- ItemANOTHER EMPTY PROMISE? STATES’ COMMITMENT TO THE OPTIONAL PROTOCOL TO THE CONVENTION AGAINST TORTURE AND OTHER CRUEL, INHUMAN OR DEGRADING TREATMENT OR PUNISHMENT(2018) Chang, Hyo Joon; Kastner, Scott L.; Government and Politics; Digital Repository at the University of Maryland; University of Maryland (College Park, Md.)The Optional Protocol to the Convention against Torture and Other Cruel, Inhuman or Degrading Treatment or Punishment (OPCAT) was established in 2002 to facilitate implementation of the Convention against Torture. Due to its regular visitations and national preventive mechanisms (NPMs), as well as increasing ratifications, the OPCAT has been regarded as a paradigm shift in the human rights arena. This dissertation study attempts to discover if states’ commitment to the OPCAT is a sign of increased commitment to human rights or another empty promise. Empirical analyses of states’ ratification of and compliance with the OPCAT provide evidence questioning the high expectations surrounding the treaty’s ratification. First of all, the treaty terms of the OPCAT do not incur as high costs of commitment as expected. Human rights-violating countries have not been deterred from ratifying the treaty, indicating that they are not particularly concerned with potential costs of international and domestic monitoring. Neither has states’ commitment to the OPCAT functioned as a costly signaling. The cost-based theories are further challenged by empirical findings for regional clustering of commitment. Moreover, states’ compliant behavior suggests that the treaty ratification does not guarantee compliance. Regarding the NPMs, about one-third of states parties have not complied with their obligation to designate or establish NPMs. Although most states parties have allowed the international monitoring body unhindered access to places of detention, institutional loopholes in the OPCAT permit states parties to offset the negative consequences of the international visiting program. About the half of states parties have not requested their reports by the international monitoring body to be publicly released, nor have they responded to their reports. The case of the Philippines illustrates that states’ selective compliance or non-compliance with the OPCAT could undermine its effectiveness in preventing states’ practice of torture. Overall, the treaty’s innovative measures make states’ commitment to the OPCAT more than another empty promise. However, ratification is not automatic proof of states’ increased commitment to human rights. Therefore, the international community is strongly recommended to develop effective strategies encouraging states parties to implement the OPCAT rather than simply praise its increasing membership.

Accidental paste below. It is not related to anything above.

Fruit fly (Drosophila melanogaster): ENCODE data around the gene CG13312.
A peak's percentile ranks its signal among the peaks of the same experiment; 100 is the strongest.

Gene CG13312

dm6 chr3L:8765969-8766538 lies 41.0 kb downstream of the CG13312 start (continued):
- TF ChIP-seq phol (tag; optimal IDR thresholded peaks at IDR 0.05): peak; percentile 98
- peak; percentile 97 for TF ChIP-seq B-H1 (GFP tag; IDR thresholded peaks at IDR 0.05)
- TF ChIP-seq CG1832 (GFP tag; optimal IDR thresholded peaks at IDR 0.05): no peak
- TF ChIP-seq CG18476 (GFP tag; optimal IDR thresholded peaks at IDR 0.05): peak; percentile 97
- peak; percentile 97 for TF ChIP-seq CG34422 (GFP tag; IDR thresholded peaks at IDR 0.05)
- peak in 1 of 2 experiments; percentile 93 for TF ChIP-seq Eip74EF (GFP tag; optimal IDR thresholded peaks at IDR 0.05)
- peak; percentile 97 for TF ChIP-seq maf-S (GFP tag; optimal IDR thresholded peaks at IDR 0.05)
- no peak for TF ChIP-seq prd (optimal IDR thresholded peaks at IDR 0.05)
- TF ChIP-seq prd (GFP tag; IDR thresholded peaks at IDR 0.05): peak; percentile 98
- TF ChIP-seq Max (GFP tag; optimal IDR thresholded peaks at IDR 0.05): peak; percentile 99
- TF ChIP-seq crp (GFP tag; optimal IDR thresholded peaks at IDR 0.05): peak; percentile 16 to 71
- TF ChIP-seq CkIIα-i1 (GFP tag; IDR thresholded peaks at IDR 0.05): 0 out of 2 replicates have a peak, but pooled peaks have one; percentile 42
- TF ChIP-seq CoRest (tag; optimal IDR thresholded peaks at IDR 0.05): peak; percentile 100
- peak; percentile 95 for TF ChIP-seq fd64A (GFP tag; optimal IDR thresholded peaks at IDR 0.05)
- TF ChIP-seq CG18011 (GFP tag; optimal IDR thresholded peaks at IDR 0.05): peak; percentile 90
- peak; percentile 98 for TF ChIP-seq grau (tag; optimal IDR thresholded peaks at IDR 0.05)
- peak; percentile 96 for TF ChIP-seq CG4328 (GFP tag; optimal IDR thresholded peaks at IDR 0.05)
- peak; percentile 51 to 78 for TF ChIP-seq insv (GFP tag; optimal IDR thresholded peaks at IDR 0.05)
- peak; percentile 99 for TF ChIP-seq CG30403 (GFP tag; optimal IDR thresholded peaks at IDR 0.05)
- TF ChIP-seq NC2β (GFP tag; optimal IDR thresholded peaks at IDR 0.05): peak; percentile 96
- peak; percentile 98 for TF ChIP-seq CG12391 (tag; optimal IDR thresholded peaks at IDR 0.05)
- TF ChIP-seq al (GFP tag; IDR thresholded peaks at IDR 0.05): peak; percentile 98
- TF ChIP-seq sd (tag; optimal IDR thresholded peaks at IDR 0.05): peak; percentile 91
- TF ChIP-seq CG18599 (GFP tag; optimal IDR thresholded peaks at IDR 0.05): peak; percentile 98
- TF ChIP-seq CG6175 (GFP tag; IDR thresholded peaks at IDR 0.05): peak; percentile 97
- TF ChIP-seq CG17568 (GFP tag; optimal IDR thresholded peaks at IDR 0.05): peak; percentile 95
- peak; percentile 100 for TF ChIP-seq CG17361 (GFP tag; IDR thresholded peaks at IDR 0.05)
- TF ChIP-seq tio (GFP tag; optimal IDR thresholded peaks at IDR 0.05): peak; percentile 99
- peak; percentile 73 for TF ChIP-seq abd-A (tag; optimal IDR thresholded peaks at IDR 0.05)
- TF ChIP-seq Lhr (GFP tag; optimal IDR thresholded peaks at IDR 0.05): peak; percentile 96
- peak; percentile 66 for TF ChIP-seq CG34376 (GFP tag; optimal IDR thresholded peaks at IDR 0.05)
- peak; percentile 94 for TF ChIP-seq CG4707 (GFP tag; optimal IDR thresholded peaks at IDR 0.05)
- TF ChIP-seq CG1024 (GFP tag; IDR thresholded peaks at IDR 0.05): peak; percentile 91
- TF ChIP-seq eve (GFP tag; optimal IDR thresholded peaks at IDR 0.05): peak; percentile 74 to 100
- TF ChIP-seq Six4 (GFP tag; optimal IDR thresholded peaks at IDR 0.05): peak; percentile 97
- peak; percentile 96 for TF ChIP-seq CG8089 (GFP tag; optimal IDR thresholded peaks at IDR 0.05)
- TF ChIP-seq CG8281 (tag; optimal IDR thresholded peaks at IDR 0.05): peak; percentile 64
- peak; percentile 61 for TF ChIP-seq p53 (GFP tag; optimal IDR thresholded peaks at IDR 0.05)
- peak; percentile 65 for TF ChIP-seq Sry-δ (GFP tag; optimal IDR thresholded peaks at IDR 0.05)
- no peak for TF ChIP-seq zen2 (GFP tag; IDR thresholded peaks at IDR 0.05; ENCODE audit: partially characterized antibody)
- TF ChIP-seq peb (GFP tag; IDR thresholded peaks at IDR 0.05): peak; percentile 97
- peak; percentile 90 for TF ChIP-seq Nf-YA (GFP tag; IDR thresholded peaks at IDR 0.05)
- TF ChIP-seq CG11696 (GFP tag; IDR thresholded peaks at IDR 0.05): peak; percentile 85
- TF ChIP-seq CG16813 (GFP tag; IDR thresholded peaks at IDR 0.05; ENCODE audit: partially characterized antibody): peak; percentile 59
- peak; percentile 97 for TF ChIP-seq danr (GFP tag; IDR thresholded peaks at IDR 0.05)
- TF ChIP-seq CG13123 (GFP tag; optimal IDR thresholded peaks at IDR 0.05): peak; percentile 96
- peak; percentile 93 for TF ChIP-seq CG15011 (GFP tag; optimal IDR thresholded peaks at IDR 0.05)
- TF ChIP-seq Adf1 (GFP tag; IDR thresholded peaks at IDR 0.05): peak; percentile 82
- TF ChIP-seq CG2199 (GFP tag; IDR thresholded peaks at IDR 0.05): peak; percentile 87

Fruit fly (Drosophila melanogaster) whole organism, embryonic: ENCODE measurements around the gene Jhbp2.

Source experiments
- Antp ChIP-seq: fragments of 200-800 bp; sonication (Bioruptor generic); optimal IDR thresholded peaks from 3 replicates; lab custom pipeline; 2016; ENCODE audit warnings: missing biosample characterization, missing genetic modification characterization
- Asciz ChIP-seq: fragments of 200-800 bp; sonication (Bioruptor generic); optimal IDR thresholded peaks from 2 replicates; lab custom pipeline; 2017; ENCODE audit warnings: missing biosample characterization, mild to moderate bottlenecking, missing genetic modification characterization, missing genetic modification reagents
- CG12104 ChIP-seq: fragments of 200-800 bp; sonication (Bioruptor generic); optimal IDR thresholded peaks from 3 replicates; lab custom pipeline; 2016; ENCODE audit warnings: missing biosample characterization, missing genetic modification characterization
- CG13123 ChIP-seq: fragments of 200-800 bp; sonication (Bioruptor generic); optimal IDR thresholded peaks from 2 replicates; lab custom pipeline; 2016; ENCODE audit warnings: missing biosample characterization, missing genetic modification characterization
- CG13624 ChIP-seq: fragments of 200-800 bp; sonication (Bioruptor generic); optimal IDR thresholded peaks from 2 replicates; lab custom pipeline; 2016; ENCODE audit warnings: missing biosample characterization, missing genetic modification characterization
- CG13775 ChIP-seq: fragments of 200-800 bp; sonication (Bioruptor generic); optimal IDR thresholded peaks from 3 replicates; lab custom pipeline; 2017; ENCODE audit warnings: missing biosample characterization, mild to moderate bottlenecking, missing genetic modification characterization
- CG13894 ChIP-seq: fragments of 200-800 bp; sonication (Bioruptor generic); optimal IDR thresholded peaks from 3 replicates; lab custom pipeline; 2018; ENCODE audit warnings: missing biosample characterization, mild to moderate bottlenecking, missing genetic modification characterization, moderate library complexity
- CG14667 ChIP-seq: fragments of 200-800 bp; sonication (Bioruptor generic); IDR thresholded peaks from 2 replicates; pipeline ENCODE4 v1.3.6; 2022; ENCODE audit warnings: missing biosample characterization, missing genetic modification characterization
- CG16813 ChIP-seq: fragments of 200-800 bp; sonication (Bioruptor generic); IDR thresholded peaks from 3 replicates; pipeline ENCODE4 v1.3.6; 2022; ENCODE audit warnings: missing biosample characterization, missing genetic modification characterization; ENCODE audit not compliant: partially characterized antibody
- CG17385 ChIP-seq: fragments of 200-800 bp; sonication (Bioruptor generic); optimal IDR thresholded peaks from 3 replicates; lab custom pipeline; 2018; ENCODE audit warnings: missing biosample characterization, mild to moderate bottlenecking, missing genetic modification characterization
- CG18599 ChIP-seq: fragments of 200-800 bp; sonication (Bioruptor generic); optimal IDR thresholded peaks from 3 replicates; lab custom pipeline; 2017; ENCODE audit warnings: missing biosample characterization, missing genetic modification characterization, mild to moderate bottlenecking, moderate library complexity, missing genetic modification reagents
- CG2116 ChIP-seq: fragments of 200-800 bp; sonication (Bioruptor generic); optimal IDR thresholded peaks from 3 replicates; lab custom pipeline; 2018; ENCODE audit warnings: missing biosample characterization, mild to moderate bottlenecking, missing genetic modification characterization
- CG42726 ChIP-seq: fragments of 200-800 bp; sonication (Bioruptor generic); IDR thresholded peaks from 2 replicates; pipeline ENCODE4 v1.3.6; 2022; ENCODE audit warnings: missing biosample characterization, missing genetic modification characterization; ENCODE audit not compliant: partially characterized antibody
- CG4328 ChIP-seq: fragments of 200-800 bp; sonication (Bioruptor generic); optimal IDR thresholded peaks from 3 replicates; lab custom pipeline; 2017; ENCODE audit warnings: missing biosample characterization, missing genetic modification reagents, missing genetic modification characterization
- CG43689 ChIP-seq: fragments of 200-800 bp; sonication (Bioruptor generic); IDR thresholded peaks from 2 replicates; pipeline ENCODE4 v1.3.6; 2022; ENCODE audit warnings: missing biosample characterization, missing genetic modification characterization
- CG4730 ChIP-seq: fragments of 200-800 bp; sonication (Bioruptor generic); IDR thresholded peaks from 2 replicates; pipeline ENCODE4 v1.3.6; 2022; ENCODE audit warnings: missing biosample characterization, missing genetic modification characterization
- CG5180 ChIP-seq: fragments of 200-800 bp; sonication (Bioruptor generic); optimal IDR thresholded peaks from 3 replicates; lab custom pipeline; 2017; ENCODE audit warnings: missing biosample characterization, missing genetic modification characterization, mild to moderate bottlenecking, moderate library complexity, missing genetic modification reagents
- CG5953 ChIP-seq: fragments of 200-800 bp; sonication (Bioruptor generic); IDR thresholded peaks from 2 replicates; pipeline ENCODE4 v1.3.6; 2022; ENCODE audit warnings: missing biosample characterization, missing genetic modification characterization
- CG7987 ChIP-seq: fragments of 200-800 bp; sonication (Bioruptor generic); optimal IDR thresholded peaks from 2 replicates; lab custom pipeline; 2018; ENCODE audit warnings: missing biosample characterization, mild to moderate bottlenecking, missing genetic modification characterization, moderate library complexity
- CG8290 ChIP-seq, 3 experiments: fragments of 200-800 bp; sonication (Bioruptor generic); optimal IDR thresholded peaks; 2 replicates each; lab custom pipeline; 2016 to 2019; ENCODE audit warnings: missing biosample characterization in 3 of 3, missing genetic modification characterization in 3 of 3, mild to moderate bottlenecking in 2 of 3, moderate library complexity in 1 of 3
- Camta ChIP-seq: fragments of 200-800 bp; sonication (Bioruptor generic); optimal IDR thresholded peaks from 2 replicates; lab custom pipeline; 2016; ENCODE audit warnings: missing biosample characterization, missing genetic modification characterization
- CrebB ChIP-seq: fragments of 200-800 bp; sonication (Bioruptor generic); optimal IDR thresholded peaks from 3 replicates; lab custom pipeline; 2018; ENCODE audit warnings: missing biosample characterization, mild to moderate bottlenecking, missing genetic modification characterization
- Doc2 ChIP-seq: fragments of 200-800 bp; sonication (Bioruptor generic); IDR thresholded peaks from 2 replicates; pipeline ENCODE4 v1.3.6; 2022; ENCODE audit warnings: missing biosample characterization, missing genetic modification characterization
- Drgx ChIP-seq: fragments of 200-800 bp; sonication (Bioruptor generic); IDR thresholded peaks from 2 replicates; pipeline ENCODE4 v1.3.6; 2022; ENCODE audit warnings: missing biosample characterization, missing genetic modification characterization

- ItemARISTOTLE'S TREATMENT OF THE SOCRATIC PARADOX IN THE NICOMACHEAN ETHICS(2009) McBrayer, Gregory A.; Butterworth, Charles E.; Government and Politics; Digital Repository at the University of Maryland; University of Maryland (College Park, Md.)This dissertation seeks to understand one of the most perplexing statements uttered by the Platonic Socrates, the so-called Socratic Paradox that no one voluntarily does wrong. In such dialogues as the Gorgias and the Protagoras, Socrates famously, or infamously, declared that all wrongdoing is a result of ignorance and is therefore not culpable. While the beginning point for this investigation is Socrates, this dissertation turns for the most part to Aristotle as the first and foremost commentator on the Platonic dialogues, guided by the belief that Aristotle can aid in the discovery of what Socrates' outlandish assertion means. In Books III and VII of the Nicomachean Ethics, Aristotle takes up the questions on which the Socratic Paradox touches, submitting the so-called paradox to scrutiny in Book VII. While much research has focused on the Socratic Paradox, the contribution of this work is to exploit the intellectual genius Aristotle has brought to bear on this question. Turning to Aristotle will allow us to gain greater clarity into this central tenet of Socratic Political Philosophy.